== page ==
Thursday, August 26, 2010

How Poor Poor Is

On my recent trip to South Asia, I was reminded once again just how poor really poor is. Per local custom, I usually sat in the front of the van (as the leader of the team), so I had lots of opportunities to talk with our driver, Dipon. He earns just over $2 a day, as a full-time driver for the Church of the Nazarene.
Before anyone cries out about injustice and exploitation, you should understand something about the reality of this country. If Dipon were single, this income would place him squarely in the upper class of his country (top 20% of incomes). As it is, this income is enough to provide for his family - even allowing his wife to stay home as a house wife. Granted, Dipon shares a three bedroom apartment with his parents and his brother's family. However, a reliable job paying $2 a day is enough to provide stable housing and food supply - something half of the country lacks.
50% of the country earns less than $1 a day. Before visiting, that just seemed like a bad number. However, after putting feet on the ground in $1 a day communities, I understand with new eyes just how poor $1 a day is. And less than that, as many of our widows and orphans earn, is ... well ... even less!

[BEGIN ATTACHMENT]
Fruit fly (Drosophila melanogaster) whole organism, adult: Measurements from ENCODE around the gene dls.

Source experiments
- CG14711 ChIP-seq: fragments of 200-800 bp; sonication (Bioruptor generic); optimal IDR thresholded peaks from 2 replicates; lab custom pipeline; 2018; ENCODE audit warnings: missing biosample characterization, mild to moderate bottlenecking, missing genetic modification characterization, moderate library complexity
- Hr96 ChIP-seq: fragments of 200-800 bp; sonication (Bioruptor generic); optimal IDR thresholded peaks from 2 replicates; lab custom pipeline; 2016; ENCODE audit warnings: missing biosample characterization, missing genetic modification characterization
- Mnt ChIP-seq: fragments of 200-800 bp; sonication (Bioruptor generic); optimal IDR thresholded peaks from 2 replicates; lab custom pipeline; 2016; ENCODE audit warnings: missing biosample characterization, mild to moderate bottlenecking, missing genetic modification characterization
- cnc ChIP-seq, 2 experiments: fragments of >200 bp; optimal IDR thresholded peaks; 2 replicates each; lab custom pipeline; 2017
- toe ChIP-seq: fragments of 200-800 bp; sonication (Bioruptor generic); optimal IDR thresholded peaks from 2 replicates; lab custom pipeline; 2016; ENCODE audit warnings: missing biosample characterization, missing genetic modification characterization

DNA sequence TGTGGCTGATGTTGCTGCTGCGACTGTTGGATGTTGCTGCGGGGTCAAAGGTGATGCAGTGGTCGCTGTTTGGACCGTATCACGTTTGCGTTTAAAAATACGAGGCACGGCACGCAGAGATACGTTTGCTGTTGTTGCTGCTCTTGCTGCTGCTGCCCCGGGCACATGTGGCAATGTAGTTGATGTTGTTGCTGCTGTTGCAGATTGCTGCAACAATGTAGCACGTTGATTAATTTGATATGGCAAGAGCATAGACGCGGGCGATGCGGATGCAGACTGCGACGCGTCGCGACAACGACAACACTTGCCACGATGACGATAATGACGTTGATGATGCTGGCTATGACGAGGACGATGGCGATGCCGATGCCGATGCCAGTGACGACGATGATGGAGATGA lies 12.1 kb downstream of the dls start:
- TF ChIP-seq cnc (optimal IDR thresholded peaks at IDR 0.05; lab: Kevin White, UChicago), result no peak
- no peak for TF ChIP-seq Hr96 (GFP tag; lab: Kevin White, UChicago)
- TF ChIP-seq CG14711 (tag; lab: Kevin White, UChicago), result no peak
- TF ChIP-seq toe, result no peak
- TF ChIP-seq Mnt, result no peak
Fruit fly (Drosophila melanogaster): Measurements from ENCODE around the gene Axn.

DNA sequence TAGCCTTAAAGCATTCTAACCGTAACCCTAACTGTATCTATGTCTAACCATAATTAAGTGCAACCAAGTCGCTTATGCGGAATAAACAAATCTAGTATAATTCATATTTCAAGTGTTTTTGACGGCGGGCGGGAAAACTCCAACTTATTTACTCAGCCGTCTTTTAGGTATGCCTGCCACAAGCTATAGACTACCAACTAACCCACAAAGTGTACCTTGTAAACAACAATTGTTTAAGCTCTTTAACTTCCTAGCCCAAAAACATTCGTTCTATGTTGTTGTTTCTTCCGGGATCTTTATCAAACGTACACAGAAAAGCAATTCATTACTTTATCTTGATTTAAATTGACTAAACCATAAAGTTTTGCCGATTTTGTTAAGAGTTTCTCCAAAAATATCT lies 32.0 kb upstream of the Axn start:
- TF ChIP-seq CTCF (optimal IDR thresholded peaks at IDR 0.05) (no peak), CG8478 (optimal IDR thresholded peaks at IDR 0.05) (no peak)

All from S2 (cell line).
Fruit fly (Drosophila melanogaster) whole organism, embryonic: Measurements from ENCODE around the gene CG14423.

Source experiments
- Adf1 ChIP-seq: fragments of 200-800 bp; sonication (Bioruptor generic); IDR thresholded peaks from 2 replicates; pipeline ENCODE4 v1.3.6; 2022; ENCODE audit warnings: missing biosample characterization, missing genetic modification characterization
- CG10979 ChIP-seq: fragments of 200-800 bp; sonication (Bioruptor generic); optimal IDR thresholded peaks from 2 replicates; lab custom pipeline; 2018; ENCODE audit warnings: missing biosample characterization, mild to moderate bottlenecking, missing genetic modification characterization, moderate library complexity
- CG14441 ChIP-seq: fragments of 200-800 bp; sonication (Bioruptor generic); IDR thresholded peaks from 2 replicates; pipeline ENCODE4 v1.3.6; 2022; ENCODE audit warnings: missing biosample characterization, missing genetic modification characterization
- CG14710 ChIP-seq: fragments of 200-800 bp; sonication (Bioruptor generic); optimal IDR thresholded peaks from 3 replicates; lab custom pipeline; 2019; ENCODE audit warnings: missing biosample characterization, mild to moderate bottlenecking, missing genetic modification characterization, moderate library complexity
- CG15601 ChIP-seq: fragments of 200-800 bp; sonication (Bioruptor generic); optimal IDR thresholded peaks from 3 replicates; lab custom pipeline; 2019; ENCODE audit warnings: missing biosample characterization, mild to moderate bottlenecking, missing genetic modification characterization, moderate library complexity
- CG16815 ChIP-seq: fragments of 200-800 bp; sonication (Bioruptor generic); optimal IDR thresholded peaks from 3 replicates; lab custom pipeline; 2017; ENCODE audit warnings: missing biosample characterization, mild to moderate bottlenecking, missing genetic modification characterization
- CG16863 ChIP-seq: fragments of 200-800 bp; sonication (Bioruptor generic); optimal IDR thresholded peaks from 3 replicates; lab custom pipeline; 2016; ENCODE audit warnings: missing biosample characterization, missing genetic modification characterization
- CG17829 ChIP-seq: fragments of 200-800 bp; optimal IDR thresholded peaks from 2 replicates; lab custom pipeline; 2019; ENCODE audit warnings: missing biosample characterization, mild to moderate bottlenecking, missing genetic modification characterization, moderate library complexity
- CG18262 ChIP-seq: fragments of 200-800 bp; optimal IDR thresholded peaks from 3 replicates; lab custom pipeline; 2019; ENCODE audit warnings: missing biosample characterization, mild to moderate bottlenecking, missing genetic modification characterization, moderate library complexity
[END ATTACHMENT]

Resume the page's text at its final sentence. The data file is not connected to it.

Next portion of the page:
$1 a day probably means no shoes, or one pair of flip flops at best.
$1 a day means no warm clothes for the winter.
$1 a day means no umbrella when it rains.
$1 a day means not enough food almost every day of your life.
$1 a day means that if you don't work that day, you don't eat that day because you have zero savings from yesterday.
$1 a day means no medicine - none.
$1 a day means you can't afford the most basic fees to send your kids to school.
$1 a day means your kids will probably fail out of school because they are so far behind to start with.
$1 a day means you will be sorely tempted to make your kids work instead of going to school.
$1 a day means no concept of birth control.
$1 a day usually means abuse for women.
$1 a day usually means early marriages for teenage girls.
$1 a day means no land and almost no legal rights.
$1 a day means dodging unsafe vehicles traveling on unsafe roads at unsafe speeds.
$1 a day means taking care of other people's goats or cows instead of owning one for yourself.
$1 a day means hopelessness.

Unless someone helps.
I am so glad to be part of a church that is helping. I am so glad to be part of a denomination that is helping. I am so glad to be able to help a little myself. $1 a day is taking on a different meaning for about 100 widows and 300 orphans. Instead of a period, it is becoming a comma. Instead of the dead end after a hard-luck life, it is becoming a bend in the road with brighter skies around the corner. Instead of a death sentence, it is becoming a starting point for a whole new story.
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